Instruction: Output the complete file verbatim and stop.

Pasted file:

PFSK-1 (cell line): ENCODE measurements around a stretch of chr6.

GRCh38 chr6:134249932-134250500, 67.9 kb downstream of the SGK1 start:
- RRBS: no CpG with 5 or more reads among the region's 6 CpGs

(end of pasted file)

PFSK-1 (cell line): ENCODE measurements around a stretch of chr6.

GRCh38 chr6:134249932-134250500, 67.9 kb downstream of the SGK1 start:
- RRBS: no CpG with 5 or more reads among the region's 6 CpGs